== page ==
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I'm analyzing the /æ/ vowel sound (also known as 'short A') found in words like cat, dad, or man. I am particularly interested in how that sound is realized in different dialects of American English which has led me to browse YouTube videos of ESL teachers teaching this sound.

I found a video that I thought was very interesting since the speaker exhibits a noticeable tensing and lengthening of the /æ/ vowel. You can watch this video HERE. A very clear example of what I'm talking about can be heard around the 1:07 mark. Notice how the speaker produces almost two separate sounds: "ee-yah" with a gliding quality. I am, however, uncertain how to transcribe this tense vowel in the IPA. Wikipedia suggests either [eə] or [ɛə]. Would you agree? Neither /e/ or /ɛ/ (for the initial portion of the diphthong) sounds right to my ears, but the standard /æ/ is more open than the sound the speaker in the video produces.

I'd be very grateful for any suggestions!

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The speaker in your video link is not a speaker of Southern American English, which is the accent most likely to split phonemic /æ/ into phonetic [æjə], which can be perceived by folks with other regional accents as realized in two syllables separated by a glide providing a sort of hiatus between the two halves, although the line between a disyllabic [æjə] and monosyllabic [æə̯] is not always clear to my casual ear.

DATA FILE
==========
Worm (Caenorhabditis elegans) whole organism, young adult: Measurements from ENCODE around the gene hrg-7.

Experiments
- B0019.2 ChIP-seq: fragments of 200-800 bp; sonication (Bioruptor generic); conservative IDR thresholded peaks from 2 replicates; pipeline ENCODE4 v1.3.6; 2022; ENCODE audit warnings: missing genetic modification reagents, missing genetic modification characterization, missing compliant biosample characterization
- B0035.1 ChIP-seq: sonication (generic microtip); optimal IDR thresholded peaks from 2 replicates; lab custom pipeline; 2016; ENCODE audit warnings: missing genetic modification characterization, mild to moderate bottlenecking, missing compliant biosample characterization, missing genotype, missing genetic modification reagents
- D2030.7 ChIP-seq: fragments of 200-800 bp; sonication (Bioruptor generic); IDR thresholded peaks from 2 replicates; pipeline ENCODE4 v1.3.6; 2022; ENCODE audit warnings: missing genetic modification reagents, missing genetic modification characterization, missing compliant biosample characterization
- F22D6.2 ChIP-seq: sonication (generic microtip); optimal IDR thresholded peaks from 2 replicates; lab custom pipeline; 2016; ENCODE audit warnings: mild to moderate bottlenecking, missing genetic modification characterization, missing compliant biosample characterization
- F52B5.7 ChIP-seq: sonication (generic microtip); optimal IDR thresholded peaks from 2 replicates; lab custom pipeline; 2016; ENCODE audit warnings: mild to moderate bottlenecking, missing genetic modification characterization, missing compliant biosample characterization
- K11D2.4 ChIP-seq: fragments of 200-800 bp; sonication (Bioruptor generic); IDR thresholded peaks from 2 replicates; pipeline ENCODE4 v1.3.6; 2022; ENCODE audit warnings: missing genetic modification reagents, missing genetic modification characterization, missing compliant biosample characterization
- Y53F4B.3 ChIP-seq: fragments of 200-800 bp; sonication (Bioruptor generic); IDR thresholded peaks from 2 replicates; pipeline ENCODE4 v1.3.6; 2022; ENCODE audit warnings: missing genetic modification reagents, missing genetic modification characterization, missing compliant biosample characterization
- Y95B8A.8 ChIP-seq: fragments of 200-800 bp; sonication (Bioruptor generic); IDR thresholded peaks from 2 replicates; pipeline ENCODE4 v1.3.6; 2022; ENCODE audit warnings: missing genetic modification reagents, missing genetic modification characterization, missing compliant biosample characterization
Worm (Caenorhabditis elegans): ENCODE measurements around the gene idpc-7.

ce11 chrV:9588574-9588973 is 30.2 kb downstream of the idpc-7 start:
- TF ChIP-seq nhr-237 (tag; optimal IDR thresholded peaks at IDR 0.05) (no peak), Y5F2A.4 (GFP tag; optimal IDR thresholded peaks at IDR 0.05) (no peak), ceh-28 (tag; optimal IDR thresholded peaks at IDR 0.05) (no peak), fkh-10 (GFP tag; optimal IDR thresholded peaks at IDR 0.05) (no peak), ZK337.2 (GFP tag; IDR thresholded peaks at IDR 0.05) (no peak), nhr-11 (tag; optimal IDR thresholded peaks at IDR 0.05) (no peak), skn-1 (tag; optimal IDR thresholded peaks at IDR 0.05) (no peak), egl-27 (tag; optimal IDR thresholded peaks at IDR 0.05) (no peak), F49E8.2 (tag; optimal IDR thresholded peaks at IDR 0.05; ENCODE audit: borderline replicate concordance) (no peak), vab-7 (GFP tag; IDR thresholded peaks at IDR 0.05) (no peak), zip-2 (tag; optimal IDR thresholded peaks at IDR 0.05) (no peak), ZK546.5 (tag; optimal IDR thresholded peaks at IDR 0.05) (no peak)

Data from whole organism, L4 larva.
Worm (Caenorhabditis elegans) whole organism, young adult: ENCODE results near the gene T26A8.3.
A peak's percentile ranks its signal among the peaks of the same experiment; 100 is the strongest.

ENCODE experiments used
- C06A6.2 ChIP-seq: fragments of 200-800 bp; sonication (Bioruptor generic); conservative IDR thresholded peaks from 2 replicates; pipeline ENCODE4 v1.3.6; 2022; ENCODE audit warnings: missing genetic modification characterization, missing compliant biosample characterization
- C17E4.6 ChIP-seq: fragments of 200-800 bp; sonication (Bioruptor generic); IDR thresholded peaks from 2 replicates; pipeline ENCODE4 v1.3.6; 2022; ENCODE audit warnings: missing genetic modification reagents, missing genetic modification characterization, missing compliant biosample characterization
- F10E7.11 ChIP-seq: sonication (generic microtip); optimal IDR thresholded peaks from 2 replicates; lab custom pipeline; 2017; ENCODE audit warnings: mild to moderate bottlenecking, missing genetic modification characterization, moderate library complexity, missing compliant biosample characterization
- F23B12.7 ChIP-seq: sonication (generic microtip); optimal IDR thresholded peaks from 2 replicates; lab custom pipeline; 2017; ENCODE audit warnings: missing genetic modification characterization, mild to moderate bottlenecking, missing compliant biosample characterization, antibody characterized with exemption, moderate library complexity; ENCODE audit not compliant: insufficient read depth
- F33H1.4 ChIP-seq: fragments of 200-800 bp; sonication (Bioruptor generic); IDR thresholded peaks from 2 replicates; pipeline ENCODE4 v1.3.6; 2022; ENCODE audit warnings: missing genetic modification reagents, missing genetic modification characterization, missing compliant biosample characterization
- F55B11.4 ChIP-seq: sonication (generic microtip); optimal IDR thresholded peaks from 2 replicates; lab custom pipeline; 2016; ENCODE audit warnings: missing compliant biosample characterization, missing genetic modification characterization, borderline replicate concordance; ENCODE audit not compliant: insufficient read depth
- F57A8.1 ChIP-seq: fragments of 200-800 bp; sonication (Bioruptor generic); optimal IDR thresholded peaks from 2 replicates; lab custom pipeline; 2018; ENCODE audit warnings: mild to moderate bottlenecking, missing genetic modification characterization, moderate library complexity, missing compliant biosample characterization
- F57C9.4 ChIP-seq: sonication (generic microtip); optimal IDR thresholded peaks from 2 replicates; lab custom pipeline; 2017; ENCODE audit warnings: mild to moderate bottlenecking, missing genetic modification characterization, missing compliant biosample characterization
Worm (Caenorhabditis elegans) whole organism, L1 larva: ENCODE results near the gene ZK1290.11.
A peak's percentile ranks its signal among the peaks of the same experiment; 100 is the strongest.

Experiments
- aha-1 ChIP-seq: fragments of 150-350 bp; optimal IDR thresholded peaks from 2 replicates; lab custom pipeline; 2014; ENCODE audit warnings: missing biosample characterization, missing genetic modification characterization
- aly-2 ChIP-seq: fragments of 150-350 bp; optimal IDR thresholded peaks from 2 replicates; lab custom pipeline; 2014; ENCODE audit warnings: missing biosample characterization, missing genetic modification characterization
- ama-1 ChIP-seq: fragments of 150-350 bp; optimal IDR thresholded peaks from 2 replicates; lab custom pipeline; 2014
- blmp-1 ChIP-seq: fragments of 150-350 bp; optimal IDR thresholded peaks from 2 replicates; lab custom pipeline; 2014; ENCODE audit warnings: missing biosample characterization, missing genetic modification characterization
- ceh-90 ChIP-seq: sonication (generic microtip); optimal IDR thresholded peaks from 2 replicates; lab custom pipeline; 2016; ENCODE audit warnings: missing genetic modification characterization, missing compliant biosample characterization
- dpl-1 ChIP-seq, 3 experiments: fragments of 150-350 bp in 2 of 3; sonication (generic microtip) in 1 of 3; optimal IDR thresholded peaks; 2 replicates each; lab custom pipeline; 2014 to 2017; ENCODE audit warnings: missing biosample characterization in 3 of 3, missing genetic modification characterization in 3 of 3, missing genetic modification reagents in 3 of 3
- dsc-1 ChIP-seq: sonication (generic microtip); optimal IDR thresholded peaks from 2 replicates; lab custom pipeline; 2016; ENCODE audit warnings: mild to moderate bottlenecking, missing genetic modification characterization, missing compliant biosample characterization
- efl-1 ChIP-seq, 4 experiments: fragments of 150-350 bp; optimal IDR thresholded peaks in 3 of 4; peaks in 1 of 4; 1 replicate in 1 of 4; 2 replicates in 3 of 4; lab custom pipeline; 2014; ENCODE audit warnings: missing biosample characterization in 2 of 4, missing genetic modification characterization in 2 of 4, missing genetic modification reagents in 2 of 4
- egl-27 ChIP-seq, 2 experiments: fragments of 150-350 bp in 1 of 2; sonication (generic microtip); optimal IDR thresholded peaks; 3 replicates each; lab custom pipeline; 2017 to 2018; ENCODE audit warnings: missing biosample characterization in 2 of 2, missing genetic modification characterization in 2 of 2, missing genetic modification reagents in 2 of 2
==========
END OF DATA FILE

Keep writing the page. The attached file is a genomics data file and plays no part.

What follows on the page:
Possibile phonetic realizations of phonemic /æ/ mentioned in the Wikipedia article on /æ/ or short-a raising and tensing include all of:

  1. [æ]
  2. [æː]
  3. [æ̝ˑ] <-- look at this one
  4. [æɛə]
  5. [æjə]
  6. [eː]
  7. [eə]
  8. [eɪ]
  9. [ej]
  10. [ɛː]
  11. [ɛə]
  12. [ɛj]
  13. [ɛjə]
  14. [ɛɔ]
  15. [ɪə]

Of those, number 3’s [æ̝ˑ] version has a particular diacritic ̝ written beneath the æ, which indicates a slightly raised version of that vowel. It also uses the ˑ modifier after it to mean that it’s a little longer than normal but not quite so long as a full ː modifier would mean.

So that might well be the first part of the sound you’re hearing at the point in the video that you’ve drawn attention to. Because she is saying the sound carefully in isolation, she may be accentuating those two effects.

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